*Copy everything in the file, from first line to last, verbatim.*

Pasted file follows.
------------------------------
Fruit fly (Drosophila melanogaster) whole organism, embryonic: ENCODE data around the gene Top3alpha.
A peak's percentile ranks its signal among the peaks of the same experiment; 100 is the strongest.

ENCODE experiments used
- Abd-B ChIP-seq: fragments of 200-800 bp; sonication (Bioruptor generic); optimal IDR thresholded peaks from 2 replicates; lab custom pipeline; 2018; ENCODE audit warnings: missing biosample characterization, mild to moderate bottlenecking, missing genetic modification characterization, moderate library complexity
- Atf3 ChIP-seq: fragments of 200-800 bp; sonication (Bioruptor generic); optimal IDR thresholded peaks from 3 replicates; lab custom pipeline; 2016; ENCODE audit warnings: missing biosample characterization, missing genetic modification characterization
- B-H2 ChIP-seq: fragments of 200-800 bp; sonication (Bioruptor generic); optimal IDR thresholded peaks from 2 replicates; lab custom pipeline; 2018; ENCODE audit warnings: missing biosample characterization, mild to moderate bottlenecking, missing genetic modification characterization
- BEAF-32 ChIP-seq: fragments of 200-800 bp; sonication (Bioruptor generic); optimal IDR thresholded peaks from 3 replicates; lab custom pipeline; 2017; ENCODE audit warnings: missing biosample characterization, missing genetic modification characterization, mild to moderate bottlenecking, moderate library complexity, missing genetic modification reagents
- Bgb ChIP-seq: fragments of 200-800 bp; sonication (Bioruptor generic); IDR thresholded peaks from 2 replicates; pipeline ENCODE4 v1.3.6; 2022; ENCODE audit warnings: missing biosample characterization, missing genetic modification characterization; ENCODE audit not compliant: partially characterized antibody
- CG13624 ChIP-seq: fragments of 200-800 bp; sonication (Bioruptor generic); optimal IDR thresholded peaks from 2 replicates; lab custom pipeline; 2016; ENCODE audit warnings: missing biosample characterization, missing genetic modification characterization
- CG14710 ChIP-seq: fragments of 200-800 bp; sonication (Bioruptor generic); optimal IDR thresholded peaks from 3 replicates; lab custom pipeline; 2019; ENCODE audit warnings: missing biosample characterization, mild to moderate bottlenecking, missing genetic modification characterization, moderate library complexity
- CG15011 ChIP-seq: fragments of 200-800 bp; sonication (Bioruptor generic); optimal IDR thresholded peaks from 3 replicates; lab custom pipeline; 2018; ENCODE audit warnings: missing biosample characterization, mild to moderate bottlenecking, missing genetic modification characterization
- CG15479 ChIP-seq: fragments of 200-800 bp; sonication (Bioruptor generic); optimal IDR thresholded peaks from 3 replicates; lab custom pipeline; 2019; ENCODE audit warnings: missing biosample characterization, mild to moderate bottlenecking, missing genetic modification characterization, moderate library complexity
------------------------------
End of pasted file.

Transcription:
Fruit fly (Drosophila melanogaster) whole organism, embryonic: ENCODE data around the gene Top3alpha.
A peak's percentile ranks its signal among the peaks of the same experiment; 100 is the strongest.

ENCODE experiments used
- Abd-B ChIP-seq: fragments of 200-800 bp; sonication (Bioruptor generic); optimal IDR thresholded peaks from 2 replicates; lab custom pipeline; 2018; ENCODE audit warnings: missing biosample characterization, mild to moderate bottlenecking, missing genetic modification characterization, moderate library complexity
- Atf3 ChIP-seq: fragments of 200-800 bp; sonication (Bioruptor generic); optimal IDR thresholded peaks from 3 replicates; lab custom pipeline; 2016; ENCODE audit warnings: missing biosample characterization, missing genetic modification characterization
- B-H2 ChIP-seq: fragments of 200-800 bp; sonication (Bioruptor generic); optimal IDR thresholded peaks from 2 replicates; lab custom pipeline; 2018; ENCODE audit warnings: missing biosample characterization, mild to moderate bottlenecking, missing genetic modification characterization
- BEAF-32 ChIP-seq: fragments of 200-800 bp; sonication (Bioruptor generic); optimal IDR thresholded peaks from 3 replicates; lab custom pipeline; 2017; ENCODE audit warnings: missing biosample characterization, missing genetic modification characterization, mild to moderate bottlenecking, moderate library complexity, missing genetic modification reagents
- Bgb ChIP-seq: fragments of 200-800 bp; sonication (Bioruptor generic); IDR thresholded peaks from 2 replicates; pipeline ENCODE4 v1.3.6; 2022; ENCODE audit warnings: missing biosample characterization, missing genetic modification characterization; ENCODE audit not compliant: partially characterized antibody
- CG13624 ChIP-seq: fragments of 200-800 bp; sonication (Bioruptor generic); optimal IDR thresholded peaks from 2 replicates; lab custom pipeline; 2016; ENCODE audit warnings: missing biosample characterization, missing genetic modification characterization
- CG14710 ChIP-seq: fragments of 200-800 bp; sonication (Bioruptor generic); optimal IDR thresholded peaks from 3 replicates; lab custom pipeline; 2019; ENCODE audit warnings: missing biosample characterization, mild to moderate bottlenecking, missing genetic modification characterization, moderate library complexity
- CG15011 ChIP-seq: fragments of 200-800 bp; sonication (Bioruptor generic); optimal IDR thresholded peaks from 3 replicates; lab custom pipeline; 2018; ENCODE audit warnings: missing biosample characterization, mild to moderate bottlenecking, missing genetic modification characterization
- CG15479 ChIP-seq: fragments of 200-800 bp; sonication (Bioruptor generic); optimal IDR thresholded peaks from 3 replicates; lab custom pipeline; 2019; ENCODE audit warnings: missing biosample characterization, mild to moderate bottlenecking, missing genetic modification characterization, moderate library complexity